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Our greatest blessings, says Socrates in the Phaedrus, come to us by way of madness—provided, he adds, that the madness comes from the god. Our real choice is between holy and unholy madness; open your eyes and look around you—madness is in the saddle anyhow. Freud is the measure of our unholy madness, as Nietzsche is the prophet of the holy madness, of Dionysus, the mad truth. Dionysus has returned to his native Thebes; mind—at the end of its tether—is another Pentheus, up a tree. Resisting madness can be the maddest way of being mad.

And there is a way out—the blessed madness of the maenad and the bacchant: "Blessed is he who has the good fortune to know the mysteries of the gods, who sanctifies his life and initiates his soul, a bacchant on the mountains, in holy purifications." It is possible to be mad and to be unblest; but it is not possible to get the blessing without the madness; it is not possible to get the illuminations without the derangement. Derangement is disorder: the Dionysian faith is that order as we have known it is crippling, and for cripples; that what is past is prologue; that we can throwaway our crutches and discover the supernatural power of walking; that human history goes from man to superman.  

No superman I; I come to you not as one who has supernatural powers, but as one who seeks for them, and who has some notions which way to go to find them. 

Sometimes—most times—I think that the way down and out leads out of the university, out of the academy. But perhaps it is rather that we should recover the academy of earlier days—the Academy of Plato in Athens, the Academy of Ficino in Florence, Ficino who says, "The spirit of the god Dionysus was believed by the ancient theologians and Platonists to be the ecstasy and abandon of disencumbered minds, when partly by innate love, partly at the instigation of the god, they transgress the natural limits of intelligence and are miraculously transformed into the beloved god himself: where, inebriated by a certain new draft of nectar and by an immeasurable joy, they rage, as it were, in a bacchic frenzy. In the drunkenness of this Dionysian wine, our Dionysius (the Areopagite) expresses his exultation. He pours forth enigmas, he sings in dithyrambs. To penetrate the profundity of his meanings, to imitate his quasi-Orphic manner of speech, we too require the divine fury."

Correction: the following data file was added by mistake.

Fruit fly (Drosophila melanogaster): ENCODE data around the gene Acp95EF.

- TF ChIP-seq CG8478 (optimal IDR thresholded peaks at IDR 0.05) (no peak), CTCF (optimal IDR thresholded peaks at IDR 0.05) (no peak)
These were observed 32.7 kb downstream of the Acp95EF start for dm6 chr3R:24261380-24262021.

At any rate the point is first of all to find again the mysteries. By which 1 do not mean simply the sense of wonder: that sense of wonder which is indeed the source of all true philosophy—by mystery I mean secret and occult; therefore unpublishahle; therefore outside the university as we know it; but not outside Plato's Academy or Ficino's. 

—Norman O. Brown

 the invisible college

Our curriculum explores the mysteries that surfaced during Alexandre Kojève's inspired spot translation of The Phenomenology of Spirit with core offerings in philosophy, theology, political theory, literature, and art history.

Courses are ongoing but joining them will be difficult. We at the College, in keeping with our predecessors, adhere to a set of rather unorthodox admissions protocols, more rigorous than you can imagine.


                                                             Don't bother submitting an application—we find you.

                                                                                                   We'll know you by your thoughts.

A philosophy that does not culminate in a metaphysic of ecstasy is vain speculation; a mystical experience that is not grounded on a sound philosophical education is in danger of degenerating and going astray.

 —Henry Corbin

Intellectual despair results in neither weakness nor dreams, but in violence. Thus abandoning certain investigations is out of the question. It is only a matter of knowing how to give vent to one's rage: whether one only wants to wander like a madman around prisons, or whether one wants to overturn them. 


To halfheartedness, to loopholes and deliria that reveal a great poetic impotence, one can only oppose a black rage and even an incontestable 

bestiality; it is impossible to get worked up other than as a pig who rummages in manure and mud uprooting everything with his snout—and whose repugnant voracity is unstoppable.

 —Georges Bataille

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